THURSDAY, June 24 (HealthDay News) -- People with diabetes who
are hospitalized for sudden worsening of symptoms of the common
lung disease known as chronic obstructive pulmonary disease (COPD)
have longer hospital stays and are more likely to die than COPD
patients without diabetes, a new study has found.
This might be because impairment of their immune response due to
high blood sugar may result in more severe infections, explained
the researchers at Liverpool Hospital in Australia.
The investigators reviewed the records of COPD patients admitted
with a sudden worsening of symptoms (acute exacerbations) during
2007. The average length of stay for patients with diabetes was 7.8
days, which was 10.3 percent longer than the average stay of 6.5
days for patients without diabetes.
Among hospitalized patients, the death rate for COPD patients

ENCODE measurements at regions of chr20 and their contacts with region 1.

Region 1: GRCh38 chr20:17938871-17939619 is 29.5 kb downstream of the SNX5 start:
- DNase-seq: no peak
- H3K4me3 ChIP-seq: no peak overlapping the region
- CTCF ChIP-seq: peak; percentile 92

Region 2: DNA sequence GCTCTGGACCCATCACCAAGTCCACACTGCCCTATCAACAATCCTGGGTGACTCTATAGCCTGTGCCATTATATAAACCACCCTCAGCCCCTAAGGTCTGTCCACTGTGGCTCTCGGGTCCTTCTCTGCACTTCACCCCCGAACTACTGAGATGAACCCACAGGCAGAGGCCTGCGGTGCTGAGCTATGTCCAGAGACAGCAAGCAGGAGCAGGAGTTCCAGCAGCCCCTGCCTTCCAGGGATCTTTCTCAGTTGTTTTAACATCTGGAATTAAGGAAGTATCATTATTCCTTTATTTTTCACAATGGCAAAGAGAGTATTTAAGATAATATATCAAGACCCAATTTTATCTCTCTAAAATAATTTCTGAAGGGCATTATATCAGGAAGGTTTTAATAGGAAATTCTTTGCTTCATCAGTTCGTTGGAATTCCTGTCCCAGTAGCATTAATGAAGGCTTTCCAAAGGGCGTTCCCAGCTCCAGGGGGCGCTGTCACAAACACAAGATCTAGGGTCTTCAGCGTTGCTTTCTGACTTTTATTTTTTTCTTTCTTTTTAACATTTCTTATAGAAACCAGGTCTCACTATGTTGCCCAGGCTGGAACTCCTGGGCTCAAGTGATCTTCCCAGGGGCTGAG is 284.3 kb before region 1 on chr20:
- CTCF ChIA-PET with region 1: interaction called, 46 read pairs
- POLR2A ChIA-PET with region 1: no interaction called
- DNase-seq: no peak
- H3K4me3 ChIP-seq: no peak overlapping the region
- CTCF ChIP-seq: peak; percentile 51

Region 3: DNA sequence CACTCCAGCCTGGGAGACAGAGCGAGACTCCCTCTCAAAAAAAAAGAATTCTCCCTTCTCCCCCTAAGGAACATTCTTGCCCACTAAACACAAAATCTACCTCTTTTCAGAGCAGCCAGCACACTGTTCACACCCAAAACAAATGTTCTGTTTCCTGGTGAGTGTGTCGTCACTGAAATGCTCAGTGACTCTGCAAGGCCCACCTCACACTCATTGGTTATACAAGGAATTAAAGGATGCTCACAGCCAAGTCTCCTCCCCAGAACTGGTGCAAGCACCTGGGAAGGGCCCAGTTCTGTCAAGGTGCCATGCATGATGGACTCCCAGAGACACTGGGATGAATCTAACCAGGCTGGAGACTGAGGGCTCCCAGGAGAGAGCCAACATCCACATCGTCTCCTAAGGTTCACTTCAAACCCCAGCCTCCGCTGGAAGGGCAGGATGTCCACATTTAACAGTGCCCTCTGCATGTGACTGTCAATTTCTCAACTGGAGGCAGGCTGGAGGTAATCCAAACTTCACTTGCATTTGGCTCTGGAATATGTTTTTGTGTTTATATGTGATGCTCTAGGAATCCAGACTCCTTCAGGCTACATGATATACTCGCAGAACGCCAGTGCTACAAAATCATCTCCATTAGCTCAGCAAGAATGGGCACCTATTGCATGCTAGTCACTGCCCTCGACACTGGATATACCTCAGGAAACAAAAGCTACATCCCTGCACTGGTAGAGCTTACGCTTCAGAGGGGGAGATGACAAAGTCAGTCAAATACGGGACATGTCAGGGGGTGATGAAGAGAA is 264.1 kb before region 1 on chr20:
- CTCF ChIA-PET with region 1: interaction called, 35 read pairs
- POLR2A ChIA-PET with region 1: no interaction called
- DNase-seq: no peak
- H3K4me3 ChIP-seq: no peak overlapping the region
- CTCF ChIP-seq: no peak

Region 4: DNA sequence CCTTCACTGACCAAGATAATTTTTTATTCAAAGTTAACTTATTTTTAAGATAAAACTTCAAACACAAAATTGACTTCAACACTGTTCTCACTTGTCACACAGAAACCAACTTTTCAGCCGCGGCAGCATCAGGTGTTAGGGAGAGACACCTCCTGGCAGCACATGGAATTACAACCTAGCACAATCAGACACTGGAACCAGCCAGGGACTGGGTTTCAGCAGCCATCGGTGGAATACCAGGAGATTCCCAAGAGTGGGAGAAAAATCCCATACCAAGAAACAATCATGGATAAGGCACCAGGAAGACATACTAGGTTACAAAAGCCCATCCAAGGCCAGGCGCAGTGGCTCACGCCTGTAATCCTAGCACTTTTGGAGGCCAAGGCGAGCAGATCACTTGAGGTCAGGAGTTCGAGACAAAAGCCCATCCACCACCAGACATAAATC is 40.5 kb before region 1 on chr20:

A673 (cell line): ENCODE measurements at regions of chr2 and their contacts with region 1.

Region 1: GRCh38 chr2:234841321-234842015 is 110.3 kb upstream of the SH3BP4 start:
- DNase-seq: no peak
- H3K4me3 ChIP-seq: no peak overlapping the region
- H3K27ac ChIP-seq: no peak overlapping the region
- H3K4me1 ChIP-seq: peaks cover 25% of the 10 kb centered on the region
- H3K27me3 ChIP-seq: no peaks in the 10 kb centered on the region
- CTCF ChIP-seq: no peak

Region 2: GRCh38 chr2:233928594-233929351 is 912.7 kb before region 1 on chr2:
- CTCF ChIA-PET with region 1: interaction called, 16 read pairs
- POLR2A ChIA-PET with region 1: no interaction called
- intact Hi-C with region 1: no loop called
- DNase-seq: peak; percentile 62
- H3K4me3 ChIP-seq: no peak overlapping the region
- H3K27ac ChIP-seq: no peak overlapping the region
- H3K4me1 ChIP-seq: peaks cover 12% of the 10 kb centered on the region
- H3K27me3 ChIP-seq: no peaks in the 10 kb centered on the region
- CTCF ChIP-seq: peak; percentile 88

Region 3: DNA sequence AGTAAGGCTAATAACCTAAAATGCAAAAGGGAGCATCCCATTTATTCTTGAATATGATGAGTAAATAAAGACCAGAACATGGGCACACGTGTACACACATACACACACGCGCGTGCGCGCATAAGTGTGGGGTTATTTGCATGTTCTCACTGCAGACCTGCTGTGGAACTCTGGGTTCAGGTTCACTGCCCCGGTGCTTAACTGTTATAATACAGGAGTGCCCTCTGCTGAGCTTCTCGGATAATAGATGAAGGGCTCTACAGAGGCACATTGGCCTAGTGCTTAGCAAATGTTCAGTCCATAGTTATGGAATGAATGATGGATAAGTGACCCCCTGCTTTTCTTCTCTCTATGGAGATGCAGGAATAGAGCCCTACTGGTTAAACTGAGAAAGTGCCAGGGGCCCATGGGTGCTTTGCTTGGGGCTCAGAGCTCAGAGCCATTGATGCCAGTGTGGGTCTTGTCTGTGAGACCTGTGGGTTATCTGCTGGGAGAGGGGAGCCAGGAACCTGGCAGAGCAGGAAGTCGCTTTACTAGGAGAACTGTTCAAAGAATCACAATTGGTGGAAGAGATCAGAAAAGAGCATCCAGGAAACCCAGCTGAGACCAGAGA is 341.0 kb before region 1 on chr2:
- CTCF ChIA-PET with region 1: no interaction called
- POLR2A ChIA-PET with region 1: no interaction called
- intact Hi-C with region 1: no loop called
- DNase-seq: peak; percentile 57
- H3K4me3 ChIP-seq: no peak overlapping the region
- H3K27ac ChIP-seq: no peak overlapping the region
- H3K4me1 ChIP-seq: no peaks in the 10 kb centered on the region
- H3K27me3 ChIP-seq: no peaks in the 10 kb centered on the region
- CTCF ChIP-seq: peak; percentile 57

with diabetes was 8 percent, compared with 4 percent for those
without diabetes, according to the report published in the June
issue of the journal
"Taken together with other studies, our study shows that diabetes was an adverse prognostic factor in COPD patients. We believe that better control of diabetes in patients with COPD could improve outcomes; in particular, reducing length of hospital stays and risk of death," study leader Dr. Ali Parappil, of the Liverpool Hospital's respiratory medicine department, said in a news release from the journal's publisher.
The U.S. National Heart, Lung, and Blood Institute has more